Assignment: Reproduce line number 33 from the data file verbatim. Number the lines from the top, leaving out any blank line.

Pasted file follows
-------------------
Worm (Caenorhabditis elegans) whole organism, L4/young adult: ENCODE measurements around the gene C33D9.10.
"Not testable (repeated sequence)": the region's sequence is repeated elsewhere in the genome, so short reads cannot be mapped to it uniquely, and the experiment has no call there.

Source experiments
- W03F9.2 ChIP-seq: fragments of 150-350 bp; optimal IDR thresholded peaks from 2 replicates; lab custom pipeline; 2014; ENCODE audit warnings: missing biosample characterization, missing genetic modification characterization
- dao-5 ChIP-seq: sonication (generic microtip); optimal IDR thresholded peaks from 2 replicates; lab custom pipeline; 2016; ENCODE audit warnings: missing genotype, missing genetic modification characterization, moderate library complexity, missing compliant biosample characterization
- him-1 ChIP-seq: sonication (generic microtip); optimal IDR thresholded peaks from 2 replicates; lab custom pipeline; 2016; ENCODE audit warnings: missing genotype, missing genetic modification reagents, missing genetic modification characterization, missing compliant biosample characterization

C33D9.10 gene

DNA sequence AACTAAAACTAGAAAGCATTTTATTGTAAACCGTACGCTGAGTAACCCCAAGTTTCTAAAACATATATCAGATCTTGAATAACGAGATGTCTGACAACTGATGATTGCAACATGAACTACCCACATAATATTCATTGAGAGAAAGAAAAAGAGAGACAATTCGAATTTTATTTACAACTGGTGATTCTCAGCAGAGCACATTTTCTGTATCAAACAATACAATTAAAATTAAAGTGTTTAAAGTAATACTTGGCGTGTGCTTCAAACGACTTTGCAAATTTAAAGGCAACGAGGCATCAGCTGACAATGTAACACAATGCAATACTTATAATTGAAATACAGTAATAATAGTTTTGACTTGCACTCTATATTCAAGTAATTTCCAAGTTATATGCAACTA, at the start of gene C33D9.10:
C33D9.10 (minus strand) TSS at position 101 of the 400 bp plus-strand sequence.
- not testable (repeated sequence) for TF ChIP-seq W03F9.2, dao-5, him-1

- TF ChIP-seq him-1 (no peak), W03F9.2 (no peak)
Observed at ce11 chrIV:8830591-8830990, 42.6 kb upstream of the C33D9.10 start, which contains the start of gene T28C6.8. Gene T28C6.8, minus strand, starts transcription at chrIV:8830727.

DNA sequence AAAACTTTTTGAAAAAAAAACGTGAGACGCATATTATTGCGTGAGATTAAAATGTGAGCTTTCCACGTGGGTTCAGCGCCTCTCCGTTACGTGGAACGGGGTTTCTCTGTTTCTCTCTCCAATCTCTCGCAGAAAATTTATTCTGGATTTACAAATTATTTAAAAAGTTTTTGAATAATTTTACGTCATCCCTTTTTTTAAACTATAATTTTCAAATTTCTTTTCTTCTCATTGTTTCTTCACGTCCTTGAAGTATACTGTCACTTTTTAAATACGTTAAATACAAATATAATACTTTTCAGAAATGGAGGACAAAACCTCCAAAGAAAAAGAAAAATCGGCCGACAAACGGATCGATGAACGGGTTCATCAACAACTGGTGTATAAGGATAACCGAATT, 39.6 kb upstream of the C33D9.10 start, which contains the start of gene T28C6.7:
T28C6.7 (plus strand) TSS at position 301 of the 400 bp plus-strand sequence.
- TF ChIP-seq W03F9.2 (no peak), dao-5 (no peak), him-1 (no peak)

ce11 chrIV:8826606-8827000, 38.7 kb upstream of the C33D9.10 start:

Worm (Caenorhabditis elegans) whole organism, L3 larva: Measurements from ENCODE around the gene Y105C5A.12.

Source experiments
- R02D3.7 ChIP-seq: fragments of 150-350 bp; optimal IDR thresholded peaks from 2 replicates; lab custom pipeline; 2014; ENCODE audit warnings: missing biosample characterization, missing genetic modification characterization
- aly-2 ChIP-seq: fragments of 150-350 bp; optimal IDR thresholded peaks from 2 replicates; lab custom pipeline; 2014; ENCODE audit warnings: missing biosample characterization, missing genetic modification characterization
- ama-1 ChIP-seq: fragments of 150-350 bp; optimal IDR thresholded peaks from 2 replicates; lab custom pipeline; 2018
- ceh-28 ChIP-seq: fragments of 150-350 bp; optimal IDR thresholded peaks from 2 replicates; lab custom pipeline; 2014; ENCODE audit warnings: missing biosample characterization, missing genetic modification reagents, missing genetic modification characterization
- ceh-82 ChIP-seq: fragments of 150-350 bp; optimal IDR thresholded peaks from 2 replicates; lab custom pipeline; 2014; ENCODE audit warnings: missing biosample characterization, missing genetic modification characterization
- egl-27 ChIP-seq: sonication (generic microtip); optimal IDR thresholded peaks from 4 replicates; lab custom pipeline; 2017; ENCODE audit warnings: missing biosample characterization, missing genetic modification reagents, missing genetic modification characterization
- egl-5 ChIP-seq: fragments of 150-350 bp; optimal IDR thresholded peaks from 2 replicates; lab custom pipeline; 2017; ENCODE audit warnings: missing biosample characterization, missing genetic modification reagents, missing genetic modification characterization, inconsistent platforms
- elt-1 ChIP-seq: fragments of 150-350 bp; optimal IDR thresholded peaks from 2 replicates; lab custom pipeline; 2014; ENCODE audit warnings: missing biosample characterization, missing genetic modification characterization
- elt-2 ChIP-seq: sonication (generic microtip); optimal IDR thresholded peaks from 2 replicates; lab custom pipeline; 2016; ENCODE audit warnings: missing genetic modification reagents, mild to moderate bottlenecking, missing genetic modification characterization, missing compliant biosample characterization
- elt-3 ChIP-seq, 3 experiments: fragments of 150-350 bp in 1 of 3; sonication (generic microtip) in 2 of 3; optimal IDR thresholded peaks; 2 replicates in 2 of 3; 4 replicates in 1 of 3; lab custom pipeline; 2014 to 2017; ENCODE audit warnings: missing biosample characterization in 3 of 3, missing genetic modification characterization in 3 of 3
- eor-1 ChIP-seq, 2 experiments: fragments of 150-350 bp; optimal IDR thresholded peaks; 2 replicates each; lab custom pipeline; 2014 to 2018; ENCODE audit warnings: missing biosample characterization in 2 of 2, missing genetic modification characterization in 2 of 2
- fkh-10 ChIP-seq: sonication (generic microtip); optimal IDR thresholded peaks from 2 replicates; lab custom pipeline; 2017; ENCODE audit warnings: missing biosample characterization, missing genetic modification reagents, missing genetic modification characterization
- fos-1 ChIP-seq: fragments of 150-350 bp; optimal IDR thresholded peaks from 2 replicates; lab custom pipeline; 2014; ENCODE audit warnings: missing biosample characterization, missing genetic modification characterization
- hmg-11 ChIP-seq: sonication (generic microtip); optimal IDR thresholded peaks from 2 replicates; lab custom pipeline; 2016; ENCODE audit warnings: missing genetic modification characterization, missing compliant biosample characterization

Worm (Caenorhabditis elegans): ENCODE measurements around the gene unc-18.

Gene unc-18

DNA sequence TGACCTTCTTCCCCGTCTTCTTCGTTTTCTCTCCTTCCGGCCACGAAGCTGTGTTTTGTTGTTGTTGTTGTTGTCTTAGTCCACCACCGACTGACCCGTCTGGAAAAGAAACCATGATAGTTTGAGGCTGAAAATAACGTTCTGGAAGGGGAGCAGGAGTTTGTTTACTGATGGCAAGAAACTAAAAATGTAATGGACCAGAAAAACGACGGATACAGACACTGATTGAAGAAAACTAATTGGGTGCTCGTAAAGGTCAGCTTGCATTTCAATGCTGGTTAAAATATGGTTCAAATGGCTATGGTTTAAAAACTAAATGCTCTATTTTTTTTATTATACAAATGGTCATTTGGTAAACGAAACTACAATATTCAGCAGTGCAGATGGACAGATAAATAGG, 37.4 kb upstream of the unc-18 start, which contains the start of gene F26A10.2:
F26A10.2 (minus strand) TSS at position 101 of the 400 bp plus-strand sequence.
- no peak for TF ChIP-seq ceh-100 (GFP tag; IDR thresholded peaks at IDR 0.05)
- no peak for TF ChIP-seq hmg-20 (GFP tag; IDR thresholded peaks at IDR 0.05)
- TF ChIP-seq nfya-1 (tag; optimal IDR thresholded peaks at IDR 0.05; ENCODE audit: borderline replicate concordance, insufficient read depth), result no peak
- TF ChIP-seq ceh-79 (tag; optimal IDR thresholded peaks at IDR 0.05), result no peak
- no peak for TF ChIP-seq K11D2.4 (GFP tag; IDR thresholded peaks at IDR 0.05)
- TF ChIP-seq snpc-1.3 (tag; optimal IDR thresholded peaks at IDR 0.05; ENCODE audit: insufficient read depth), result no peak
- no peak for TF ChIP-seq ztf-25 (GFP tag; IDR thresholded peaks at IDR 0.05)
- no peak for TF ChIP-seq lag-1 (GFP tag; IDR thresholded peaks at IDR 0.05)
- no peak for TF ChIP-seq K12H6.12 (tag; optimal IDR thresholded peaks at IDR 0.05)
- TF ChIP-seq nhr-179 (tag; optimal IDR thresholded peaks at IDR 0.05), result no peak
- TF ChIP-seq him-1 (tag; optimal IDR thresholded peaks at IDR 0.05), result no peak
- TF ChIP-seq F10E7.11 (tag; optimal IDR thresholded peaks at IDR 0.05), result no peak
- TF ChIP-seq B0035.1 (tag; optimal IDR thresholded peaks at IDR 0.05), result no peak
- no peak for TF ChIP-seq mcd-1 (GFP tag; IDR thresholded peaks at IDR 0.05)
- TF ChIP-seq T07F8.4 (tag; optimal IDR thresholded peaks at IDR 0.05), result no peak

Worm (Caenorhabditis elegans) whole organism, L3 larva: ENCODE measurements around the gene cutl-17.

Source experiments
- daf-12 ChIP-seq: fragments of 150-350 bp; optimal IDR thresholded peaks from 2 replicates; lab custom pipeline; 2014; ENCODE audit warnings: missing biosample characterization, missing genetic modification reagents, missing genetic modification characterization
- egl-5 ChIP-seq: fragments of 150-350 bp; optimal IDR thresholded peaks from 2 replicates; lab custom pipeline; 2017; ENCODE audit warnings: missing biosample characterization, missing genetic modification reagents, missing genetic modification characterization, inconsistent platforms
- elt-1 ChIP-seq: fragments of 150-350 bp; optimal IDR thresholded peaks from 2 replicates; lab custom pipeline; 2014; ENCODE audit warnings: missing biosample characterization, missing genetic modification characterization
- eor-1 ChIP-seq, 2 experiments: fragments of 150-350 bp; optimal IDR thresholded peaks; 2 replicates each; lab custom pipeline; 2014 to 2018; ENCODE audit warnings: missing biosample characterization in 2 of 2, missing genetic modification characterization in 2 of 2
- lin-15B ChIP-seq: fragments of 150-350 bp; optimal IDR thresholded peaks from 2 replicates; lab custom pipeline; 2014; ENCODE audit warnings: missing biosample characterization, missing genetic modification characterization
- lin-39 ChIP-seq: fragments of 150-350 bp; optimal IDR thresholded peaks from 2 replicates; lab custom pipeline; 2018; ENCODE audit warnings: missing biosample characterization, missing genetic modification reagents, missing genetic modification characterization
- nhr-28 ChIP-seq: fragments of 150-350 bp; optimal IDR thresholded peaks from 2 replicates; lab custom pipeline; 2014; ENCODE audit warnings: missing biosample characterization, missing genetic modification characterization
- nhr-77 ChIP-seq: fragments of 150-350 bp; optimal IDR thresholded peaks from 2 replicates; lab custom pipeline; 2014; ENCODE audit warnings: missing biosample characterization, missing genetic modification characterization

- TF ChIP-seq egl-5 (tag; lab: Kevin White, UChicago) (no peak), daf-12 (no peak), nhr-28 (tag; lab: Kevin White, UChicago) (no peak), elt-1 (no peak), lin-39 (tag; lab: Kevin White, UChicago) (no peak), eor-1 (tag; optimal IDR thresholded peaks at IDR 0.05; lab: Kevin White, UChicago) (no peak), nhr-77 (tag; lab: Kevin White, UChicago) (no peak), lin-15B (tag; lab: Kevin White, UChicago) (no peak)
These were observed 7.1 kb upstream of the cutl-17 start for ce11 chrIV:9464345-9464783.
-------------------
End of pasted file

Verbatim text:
Worm (Caenorhabditis elegans): ENCODE measurements around the gene unc-18.